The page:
A reader asked me a question that stumped me at first, so here’s the question, and my answer as to how blood donations deplete iron.
Q: “How is it possible to remove as much or more iron as ordinary food rapidly replaces? When I count the number of things whose contents individually constitute 100% of “RDA” or even higher, it strikes me that I’d have to just about bleed out every day to get rid of it all.
“Can you show an “iron balance”, with quantification showing elimination rates from various actions vs intake from various foods? That would be very helpful.”
A: Your question genuinely stumped me at first. I was wondering whether I had overlooked something. A blood donor loses about 250 mg of iron from his body iron stores with each donation, out of total body iron stores of 3 to 4 grams.
According to the NIH, average daily iron intake for an adult American man is about 20 mg, although not all of that is absorbed; as little as 10% is absorbed, or 2 mg, depending on lots of factors like food macro composition, alcohol intake, sugar consumption, use of supplements, etc. Meanwhile, the RDA is 8 mg (0.8 mg absorbed) so you see the problem: intake is 2.5 times the minimum necessary, which can ultimately lead to high body iron stores (high ferritin).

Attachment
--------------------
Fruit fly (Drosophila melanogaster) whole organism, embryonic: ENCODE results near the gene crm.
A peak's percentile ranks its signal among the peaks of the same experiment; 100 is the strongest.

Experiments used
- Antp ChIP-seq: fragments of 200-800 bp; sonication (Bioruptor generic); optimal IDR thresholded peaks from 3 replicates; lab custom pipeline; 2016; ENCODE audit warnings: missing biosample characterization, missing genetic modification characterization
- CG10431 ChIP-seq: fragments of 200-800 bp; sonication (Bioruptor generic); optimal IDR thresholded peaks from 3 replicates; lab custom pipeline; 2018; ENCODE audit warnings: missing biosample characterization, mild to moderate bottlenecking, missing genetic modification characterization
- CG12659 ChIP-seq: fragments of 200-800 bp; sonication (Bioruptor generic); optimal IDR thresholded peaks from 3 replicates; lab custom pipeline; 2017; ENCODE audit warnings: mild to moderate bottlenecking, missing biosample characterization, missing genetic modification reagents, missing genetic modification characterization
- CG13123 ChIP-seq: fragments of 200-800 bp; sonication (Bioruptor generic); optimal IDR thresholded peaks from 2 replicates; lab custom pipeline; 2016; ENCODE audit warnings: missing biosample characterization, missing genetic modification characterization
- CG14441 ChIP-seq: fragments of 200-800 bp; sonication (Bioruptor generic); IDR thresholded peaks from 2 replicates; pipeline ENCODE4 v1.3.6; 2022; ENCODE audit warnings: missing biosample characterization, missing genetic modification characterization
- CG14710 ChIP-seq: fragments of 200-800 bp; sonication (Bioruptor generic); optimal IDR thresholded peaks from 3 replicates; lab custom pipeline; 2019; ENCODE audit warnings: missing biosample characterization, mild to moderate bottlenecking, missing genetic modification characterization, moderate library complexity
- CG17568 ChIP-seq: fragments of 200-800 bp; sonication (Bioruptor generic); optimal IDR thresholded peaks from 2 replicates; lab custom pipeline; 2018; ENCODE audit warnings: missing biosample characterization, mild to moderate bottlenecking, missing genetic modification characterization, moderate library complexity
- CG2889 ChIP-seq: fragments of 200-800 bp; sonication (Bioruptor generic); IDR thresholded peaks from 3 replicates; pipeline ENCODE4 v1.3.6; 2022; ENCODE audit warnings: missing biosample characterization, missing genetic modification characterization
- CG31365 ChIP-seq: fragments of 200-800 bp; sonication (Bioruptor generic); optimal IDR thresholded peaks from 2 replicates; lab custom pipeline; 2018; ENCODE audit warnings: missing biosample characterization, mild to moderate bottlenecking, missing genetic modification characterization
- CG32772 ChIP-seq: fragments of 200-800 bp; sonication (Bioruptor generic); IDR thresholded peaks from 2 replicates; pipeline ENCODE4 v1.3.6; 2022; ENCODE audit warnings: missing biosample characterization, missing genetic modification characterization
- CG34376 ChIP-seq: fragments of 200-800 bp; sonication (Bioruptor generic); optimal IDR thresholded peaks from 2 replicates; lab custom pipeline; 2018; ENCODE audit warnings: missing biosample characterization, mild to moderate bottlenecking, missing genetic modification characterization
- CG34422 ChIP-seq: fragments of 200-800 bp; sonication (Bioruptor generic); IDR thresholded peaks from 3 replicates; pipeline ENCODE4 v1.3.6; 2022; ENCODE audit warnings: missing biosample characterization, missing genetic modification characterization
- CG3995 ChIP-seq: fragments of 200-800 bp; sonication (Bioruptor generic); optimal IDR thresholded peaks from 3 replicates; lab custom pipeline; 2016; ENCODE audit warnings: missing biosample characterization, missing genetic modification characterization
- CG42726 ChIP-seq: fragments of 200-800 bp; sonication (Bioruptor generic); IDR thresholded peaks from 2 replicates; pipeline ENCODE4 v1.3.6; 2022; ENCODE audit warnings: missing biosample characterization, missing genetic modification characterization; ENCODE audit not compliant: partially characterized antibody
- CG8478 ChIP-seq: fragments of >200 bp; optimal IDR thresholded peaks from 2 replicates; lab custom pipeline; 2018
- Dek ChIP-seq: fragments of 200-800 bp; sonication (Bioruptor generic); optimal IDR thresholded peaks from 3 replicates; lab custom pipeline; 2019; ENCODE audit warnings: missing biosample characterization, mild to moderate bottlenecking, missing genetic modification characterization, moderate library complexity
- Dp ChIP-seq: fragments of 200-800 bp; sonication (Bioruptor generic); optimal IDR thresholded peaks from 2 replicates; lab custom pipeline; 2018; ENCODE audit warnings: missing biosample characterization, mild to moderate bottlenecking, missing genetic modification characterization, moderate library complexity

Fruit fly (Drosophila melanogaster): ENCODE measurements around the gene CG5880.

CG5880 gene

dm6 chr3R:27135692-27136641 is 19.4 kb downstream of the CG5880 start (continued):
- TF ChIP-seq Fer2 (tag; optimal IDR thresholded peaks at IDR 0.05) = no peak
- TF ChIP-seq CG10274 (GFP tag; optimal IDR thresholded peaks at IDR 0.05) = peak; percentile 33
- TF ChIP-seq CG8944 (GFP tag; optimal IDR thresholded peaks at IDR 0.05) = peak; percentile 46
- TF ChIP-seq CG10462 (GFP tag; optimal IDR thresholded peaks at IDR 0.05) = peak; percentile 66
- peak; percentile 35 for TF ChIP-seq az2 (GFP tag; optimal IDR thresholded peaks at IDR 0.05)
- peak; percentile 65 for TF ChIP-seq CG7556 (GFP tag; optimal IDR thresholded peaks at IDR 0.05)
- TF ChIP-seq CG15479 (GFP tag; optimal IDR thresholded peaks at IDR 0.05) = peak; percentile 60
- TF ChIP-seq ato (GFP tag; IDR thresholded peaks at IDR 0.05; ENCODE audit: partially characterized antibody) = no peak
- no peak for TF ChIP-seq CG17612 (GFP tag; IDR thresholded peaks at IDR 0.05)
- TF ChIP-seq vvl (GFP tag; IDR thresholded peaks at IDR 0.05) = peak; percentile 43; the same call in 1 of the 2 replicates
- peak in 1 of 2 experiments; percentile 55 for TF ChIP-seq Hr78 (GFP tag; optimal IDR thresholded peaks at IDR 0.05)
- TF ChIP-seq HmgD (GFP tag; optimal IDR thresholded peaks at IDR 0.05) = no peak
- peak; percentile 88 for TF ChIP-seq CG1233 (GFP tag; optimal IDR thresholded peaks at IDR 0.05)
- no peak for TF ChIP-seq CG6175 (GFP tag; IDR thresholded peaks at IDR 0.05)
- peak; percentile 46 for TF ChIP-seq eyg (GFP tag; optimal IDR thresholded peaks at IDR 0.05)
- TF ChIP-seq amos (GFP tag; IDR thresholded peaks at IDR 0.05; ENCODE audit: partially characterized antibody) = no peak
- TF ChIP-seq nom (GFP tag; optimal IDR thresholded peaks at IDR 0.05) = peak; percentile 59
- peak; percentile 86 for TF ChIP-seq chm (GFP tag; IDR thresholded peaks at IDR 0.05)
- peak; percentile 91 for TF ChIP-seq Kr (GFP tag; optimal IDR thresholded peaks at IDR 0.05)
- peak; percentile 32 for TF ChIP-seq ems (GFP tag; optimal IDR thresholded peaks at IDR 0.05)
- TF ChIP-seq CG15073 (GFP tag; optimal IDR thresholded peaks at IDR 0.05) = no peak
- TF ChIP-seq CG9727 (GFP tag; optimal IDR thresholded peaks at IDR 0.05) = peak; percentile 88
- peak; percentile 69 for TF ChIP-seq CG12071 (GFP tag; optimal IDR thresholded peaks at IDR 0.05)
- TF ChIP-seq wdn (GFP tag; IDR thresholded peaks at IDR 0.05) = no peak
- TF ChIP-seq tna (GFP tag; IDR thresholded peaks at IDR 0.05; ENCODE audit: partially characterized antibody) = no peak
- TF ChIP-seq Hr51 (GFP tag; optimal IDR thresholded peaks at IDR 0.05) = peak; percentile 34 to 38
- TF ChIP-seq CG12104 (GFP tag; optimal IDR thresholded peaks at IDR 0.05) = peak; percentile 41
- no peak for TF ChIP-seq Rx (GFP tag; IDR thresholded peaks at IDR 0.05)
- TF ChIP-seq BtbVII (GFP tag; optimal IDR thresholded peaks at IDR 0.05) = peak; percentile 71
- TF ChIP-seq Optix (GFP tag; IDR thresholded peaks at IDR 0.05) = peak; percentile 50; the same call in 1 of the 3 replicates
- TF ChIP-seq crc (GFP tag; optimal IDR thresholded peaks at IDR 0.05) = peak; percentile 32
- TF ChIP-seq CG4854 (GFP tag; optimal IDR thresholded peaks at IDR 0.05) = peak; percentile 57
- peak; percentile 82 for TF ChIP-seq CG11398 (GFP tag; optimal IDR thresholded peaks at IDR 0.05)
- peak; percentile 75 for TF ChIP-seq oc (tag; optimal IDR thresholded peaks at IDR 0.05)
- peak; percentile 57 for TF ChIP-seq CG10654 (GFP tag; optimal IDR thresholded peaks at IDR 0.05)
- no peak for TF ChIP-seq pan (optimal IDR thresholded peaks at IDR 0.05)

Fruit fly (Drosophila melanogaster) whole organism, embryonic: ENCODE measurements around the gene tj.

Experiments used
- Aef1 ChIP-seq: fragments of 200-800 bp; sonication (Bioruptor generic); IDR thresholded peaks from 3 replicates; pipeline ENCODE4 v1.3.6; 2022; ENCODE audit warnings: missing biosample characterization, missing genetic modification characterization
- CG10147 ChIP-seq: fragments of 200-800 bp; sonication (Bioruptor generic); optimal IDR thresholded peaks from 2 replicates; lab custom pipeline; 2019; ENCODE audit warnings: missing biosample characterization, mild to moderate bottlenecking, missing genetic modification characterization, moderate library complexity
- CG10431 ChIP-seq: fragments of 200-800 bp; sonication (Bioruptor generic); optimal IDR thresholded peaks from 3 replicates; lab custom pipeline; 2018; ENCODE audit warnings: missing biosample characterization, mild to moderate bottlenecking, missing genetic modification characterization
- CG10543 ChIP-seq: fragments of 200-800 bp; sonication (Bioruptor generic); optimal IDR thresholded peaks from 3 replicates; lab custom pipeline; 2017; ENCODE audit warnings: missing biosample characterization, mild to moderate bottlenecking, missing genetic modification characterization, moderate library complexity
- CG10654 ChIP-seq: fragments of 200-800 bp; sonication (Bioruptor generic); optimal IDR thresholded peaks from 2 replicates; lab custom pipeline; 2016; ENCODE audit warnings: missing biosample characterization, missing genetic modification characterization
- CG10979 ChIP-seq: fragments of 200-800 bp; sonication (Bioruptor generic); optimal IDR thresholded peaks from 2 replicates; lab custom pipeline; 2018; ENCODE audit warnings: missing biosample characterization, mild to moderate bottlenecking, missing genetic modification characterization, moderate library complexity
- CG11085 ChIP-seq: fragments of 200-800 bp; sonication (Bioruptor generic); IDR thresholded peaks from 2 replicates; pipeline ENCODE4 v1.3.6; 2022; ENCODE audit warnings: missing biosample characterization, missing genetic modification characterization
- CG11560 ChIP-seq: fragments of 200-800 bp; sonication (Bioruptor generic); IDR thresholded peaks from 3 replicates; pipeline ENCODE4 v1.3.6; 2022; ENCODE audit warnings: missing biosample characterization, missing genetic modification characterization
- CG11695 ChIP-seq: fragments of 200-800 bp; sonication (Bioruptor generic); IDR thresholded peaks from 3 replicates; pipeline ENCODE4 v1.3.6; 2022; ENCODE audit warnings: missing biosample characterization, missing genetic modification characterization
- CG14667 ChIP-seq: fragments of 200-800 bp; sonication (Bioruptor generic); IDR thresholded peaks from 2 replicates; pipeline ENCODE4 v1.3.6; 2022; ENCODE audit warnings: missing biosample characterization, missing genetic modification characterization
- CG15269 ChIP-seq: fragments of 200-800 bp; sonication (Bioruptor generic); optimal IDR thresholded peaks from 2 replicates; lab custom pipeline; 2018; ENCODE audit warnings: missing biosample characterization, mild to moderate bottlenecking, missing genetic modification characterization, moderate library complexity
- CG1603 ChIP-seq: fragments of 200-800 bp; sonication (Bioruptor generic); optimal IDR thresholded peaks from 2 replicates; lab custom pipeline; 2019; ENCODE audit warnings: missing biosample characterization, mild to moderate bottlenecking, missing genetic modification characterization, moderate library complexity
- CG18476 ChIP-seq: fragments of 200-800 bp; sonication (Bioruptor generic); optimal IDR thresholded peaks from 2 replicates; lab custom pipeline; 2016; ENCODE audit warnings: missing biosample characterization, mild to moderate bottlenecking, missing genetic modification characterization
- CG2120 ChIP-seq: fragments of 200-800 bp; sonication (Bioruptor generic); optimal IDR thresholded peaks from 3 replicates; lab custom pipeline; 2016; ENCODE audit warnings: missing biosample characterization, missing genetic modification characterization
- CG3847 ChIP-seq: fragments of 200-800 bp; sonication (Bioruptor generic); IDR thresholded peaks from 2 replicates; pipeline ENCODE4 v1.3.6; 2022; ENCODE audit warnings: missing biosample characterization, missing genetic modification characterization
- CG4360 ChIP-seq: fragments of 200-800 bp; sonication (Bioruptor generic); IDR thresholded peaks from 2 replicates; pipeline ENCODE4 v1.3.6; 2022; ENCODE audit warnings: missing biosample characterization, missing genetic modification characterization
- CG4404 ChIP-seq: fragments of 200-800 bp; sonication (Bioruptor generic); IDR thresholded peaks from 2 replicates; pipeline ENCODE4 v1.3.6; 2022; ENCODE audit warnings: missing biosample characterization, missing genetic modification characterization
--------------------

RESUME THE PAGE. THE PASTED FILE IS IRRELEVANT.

At that rate of 2.5 mg a day absorbed, in 100 days, you’ve made up for the blood donation. But we do know that donating blood lowers iron levels quite well, so what gives?
The answer is that the 2 mg of iron absorbed daily is at a steady-state of body iron. Iron overload, unless extreme (genetic or some other reason) happens over years, slowly. Somewhat like if you gain 1.5 ounces of body weight a month, in 10 years you’re 10 lbs overweight.
Normal daily iron losses for an adult man are about 1 to 2 mg. So the iron you absorb daily just keeps even with losses. If you donate blood, and lose a lot more, absorption increases.
But if you lose blood via donation, phlebotomy, or being mauled by a bear, it will take longer than 100 days to make up for your lost iron at steady-state rates. If you lose a lot of blood, absorption really ramps up.
In my book, I calculated that one annual blood donation is enough to keep ferritin in a low normal range, assuming low normal ferritin to start with. (With a high starting ferritin, a higher rate of donations is necessary to get down into the low normal range.) That’s ~250 mg a year of iron.
I calculated here that 75 mg of aspirin might get rid of 25 mg of iron daily, which exceeds daily intake.
I trust that all makes sense. The iron you ingest daily isn’t all added to body iron, because you lose a small amount daily, and when you donate blood, the same applies.
I discussed other aspects of blood donation, iron, and transfusion here.